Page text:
Balach, 38, a member of the voice faculty here on campus, balances the roles of performer, voice coach, soccer mom and wife. She takes pride in juggling multiple roles, both on stage and off. Balach, a soubrette and lyric soprano, took group voice lessons as a child, studying with up to ten different students at a time.
In these sessions, Balach said she learned by picking apart the voices of her peers, taking the good and leaving the bad. Sessions like these led Balach to perform in her first opera in eighth grade.
Balach’s parents consistently told her she could do anything she set her mind to and she took their words to heart. She acquired an undergraduate degree in vocal performance from Carnegie Mellon University and a masters from the Manhattan School of Music.
For what was supposed to be a single semester, Balach followed her husband to Oxford. Hailing from Pittsburgh, Balach had little desire to live in a small town. Soon after moving, Balach said she fell in love with the city, taking her own job on campus as part of the voice faculty.
Balach said teaching others has taught her about her own voice. Though she does not get to perform on a stage every day, she was quick to point out teachers perform every day in the classroom.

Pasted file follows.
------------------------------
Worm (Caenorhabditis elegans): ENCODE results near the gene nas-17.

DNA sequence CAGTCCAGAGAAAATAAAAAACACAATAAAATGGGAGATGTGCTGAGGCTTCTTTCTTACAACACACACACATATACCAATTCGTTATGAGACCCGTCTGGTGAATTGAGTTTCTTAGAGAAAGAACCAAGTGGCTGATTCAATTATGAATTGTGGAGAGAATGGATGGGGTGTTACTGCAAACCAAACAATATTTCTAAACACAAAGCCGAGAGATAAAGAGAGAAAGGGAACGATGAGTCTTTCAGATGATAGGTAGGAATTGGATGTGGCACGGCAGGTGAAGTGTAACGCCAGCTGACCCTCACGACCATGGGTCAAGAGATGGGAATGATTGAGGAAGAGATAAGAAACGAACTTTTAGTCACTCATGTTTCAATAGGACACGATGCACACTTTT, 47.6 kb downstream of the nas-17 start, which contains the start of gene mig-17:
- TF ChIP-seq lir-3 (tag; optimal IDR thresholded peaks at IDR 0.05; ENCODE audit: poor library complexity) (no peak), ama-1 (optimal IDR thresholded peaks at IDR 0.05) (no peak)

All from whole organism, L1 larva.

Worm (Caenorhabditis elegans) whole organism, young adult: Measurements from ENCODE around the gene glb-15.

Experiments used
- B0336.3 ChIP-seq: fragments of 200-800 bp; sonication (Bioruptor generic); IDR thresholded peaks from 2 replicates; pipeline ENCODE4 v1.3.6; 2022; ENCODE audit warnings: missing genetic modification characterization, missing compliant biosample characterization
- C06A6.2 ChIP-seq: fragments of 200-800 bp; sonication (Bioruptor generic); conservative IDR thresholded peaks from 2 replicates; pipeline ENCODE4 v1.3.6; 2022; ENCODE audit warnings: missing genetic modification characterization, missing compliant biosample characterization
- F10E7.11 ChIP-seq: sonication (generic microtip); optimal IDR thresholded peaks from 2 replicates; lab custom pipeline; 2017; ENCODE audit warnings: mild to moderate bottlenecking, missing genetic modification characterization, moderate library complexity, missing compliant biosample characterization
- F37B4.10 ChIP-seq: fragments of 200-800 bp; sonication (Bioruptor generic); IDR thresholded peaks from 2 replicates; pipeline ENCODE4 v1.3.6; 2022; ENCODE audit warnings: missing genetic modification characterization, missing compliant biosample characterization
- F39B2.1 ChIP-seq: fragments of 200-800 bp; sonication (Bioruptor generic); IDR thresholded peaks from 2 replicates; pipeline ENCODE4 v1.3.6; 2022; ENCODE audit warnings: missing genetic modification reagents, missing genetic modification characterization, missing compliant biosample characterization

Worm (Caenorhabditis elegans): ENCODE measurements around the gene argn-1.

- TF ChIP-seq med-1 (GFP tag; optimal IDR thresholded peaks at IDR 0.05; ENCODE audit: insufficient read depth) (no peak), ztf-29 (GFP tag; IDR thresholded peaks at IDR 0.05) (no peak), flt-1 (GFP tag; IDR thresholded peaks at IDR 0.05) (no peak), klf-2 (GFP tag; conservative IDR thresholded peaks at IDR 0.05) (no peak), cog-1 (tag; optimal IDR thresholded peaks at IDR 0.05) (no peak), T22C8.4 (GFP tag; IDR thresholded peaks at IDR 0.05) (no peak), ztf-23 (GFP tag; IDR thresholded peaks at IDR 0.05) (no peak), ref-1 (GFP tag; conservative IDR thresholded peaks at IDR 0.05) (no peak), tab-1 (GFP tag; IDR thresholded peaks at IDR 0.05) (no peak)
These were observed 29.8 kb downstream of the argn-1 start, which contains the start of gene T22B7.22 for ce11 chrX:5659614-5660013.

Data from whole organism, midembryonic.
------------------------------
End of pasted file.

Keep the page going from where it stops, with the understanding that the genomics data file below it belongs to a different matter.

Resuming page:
The recital she performed was proposed by a close friend and colleague.
Johnston, a collaborative pianist, is the lead opera coach on campus, as well as an accompanist for vocal performance students. Her position at UM is unique to the state.
“We are lucky to have someone like Ms. Johnston,” Balach said.
Johnston is so knowledgeable about her subject that she will be publishing a diction textbook in December, an English and German comparative. Her idea came from her love for her home country, Canada. Johnston said she has a desire to expose a repertoire of music unheard of in most of America.
The recital, “A Celebration of Canadian Song,” displayed four different languages – English, German, Spanish and French – languages that are all spoken in Canada.
Featured songs included the American premier of “Involuntary Love Songs,” as well as a piece by John Weinzweig, a humorous song which Balach performed while on her cell phone.
Although the pair has been working on the recital for months, it is not their only focus. Balach said her real focus is her family. She has had to work in rehearsal time around what her three children are doing.
“My kids have really given me a perspective of what’s important,” Balach said.
Johnston, who coaches twenty different music majors, will have to teach a full class schedule on the day of the recital. Though recitals are important, they are not as important as the other aspects of life, Johnston said.
Balach feels the same rush when her students do well as she does from performing herself.
“I now live vicariously through my students,” Balach said.